Philip Schneider was a former US Government Geologist and Engineer, who was involved in producing the underground explosions which were required to facilitate the building of various underground military bases, as well as submarine bases for the United States Government. He was the only person to survive the infamous Alien/Human War at Dulce and Los Alamos, where 66 Government Agents and Workers lost their lives in August of 1979. For the last two years of his life he gave lectures about classified information, including UFO's to the media and general public. Philip Schneider was found dead in his apartment on January 17, 1996. He was murdered, and all documents, photos and videos he had in his possession which he was about to use for a massive disclosure to the public...were gone fr...

    published: 03 Apr 2014
  • Los Alamos National Lab #1650Pushups for #22KILL

    Day 1 of 22 of Los Alamos National Lab's #‎22Kill challenge to raise awareness about veteran suicide. Today we did #‎1650Pushups for #22Kill and we challenged Sandia and Livermore National Laboratories to join in taking the #22Kill challenge!

    published: 22 Jun 2016
  • Los Alamos works on a biologically realistic computer network

    Brain neuroscientists and computer scientists call this field neuromimetic computing—building computers inspired by how the cerebral cortex of the brain works. Its cortical processes rely on billions of small biological “switches,” called neurons. To learn, they store and process information. Using an approach called neural networks, researchers are developing computers that simulate neurons and their interconnections. Then computers can learn about their surroundings, interpret data, and make predictions based on it. In practice, however, researchers attempting to simulate neural processing at anything close to the scale and complexity of the brain’s cortical circuits have been stymied by limitations on computer memory and computational power. All that has changed with the new Trini...

    published: 30 Oct 2017
  • Los Alamos Explosives Performance Key to Stockpile Stewardship

    As the U.S. Nuclear Deterrent ages, one essential factor in making sure that the weapons will continue to perform as designed is understanding the fundamental properties of the high explosives that are part of a nuclear weapons system. "As we move forward with our stockpile and as it's aging and as we're replacing components, we want to make sure that we have confidence that those materials perform as intended," said said Dana Dattelbaum, a chemist in the Laboratory's Shock and Detonation Physics group, "and that we are also continuing to improve on safety." As nuclear weapons go through life extension programs, some changes may be advantageous, particularly through the addition of what are known as "insensitive" high explosives that are much less likely to accidentally detonate than the...

    published: 03 Nov 2014
  • Breakthroughs - Los Alamos National Lab Asteroid Killer Simulation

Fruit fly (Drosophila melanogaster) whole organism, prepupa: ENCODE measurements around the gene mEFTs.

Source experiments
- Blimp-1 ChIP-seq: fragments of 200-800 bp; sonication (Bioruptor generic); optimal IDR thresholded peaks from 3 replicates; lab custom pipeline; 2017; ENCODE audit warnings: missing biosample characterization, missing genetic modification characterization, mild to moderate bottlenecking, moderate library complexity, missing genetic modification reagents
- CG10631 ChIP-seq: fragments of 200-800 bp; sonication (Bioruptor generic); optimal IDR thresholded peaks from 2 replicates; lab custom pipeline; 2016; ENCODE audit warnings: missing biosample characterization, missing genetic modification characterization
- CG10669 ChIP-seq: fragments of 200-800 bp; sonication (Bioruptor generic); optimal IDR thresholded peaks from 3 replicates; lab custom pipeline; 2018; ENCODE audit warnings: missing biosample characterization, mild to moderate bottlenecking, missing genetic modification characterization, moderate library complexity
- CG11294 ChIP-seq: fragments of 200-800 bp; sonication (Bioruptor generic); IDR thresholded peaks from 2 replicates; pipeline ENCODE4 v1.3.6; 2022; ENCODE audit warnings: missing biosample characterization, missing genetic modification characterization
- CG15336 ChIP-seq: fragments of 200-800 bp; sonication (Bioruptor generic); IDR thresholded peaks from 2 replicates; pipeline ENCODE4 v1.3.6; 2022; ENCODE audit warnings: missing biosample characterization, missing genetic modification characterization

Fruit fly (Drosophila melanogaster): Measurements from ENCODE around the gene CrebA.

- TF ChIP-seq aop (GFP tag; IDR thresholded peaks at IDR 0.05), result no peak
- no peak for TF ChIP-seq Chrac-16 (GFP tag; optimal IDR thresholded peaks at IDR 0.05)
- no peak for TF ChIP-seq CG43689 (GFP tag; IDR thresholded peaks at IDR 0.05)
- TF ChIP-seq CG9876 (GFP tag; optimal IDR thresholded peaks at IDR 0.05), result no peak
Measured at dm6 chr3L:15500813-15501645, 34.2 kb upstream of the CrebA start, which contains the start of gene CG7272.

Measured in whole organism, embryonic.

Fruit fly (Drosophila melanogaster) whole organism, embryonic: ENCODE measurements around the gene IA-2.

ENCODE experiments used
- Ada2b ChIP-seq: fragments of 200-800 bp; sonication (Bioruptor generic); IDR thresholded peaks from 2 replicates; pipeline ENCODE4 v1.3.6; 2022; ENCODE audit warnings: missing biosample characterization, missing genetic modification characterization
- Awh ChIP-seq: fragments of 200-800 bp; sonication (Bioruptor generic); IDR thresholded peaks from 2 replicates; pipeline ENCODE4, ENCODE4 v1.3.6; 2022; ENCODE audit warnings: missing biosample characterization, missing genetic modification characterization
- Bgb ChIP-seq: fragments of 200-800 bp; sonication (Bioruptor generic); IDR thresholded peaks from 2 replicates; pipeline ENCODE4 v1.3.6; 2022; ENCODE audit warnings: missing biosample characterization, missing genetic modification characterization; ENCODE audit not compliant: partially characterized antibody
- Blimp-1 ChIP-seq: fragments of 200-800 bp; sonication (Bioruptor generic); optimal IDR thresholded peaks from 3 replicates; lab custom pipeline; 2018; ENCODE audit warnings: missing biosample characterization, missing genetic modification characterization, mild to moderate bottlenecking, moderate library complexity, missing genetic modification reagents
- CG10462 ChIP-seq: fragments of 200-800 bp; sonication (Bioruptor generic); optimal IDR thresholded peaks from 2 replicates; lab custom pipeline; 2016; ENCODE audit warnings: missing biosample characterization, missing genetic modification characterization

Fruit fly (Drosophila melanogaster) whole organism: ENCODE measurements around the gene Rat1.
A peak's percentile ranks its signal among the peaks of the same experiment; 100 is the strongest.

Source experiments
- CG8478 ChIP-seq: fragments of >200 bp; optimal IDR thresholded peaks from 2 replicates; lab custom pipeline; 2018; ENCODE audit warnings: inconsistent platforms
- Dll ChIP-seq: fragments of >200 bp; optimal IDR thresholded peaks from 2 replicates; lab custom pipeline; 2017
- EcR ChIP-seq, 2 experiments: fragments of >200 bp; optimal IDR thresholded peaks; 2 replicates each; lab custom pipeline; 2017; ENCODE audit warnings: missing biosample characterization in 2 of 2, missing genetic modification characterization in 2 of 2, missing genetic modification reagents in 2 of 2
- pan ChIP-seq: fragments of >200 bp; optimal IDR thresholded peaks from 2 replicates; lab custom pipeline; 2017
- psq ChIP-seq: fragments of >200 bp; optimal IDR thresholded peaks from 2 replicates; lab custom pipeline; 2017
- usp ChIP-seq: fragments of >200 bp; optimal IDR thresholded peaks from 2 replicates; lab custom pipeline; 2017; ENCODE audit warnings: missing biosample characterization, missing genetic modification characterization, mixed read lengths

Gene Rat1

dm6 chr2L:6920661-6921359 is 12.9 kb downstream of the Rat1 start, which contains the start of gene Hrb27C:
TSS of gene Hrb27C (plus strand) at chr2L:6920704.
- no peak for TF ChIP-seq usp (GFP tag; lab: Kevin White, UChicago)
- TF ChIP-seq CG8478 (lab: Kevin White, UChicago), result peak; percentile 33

A supercomputer at Los Alamos National Laboratory is helping scientists understand how a nuclear detonation might affect an incoming, Earth-threatening asteroid.

    published: 30 Apr 2012
  • Saving Water at Los Alamos National Laboratory

    Los Alamos National Laboratory decreased its water usage by 26 percent in 2014, with about one-third of the reduction attributable to using reclaimed water to cool a supercomputing center. The Laboratory's goal during 2014 was to use only re-purposed water to support the mission at the Strategic Computing Complex. Using reclaimed water from the Sanitary Effluent Reclamation Facility, or SERF, substantially decreased water usage and supported the overall mission. SERF collects industrial wastewater and treats it for reuse. The reclamation facility contributed more than 27 million gallons of re-purposed water to the Laboratory's computing center, a secured supercomputing facility that supports the Laboratory’s national security mission and is one of the institution’s larger water users. ...

    published: 16 Mar 2015
  • Los Alamos National Laboratory Update, Spring 2010

    An update on Los Alamos National Laboratory accomplishments. See more about Los Alamos National Laboratory at www.lanl.gov.

    published: 17 Jun 2010
  • What I did last summer at Los Alamos National Laboratory - Part Three

    Students from the U.S. Service Academies work at Los Alamos National Laboratory on projects raging from nanocarbon structures to high explosives research to 3D printing and computer design engineering to highly complex mathematics to solve large equations. Through the Service Academies Research Associates (SARA), Los Alamos hosts cadets and midshipmen from U.S. military academies so they can get practical experience doing science for national security. As interns, they work at the Lab for four to six weeks. The National Nuclear Security Administration funds the SARA program. With plenty of hands-on, national security-focused work to be done, the Laboratory is the perfect place for cadets and midshipmen from U.S. military academies to spend part of their summer. “The purpose of the SARA...

    published: 02 Oct 2017
  • Using Science to Confine the Spread of Nuclear Weapons

    Terry Wallace, incoming director of Los Alamos National Laboratory, talks about how the Laboratory uses its understanding of its own nuclear program to develop tools to help confine the spread of nuclear weapons.

    published: 06 Dec 2017
  • What I did last summer at Los Alamos National Laboratory - Part One

    Students from the U.S. Service Academies work at Los Alamos National Laboratory on projects raging from nanocarbon structures to high explosives research to 3D printing and computer design engineering to highly complex mathematics to solve large equations. Through the Service Academies Research Associates (SARA), Los Alamos hosts cadets and midshipmen from U.S. military academies so they can get practical experience doing science for national security. As interns, they work at the Lab for four to six weeks. The National Nuclear Security Administration funds the SARA program. With plenty of hands-on, national security-focused work to be done, the Laboratory is the perfect place for cadets and midshipmen from U.S. military academies to spend part of their summer. “The purpose of the SARA...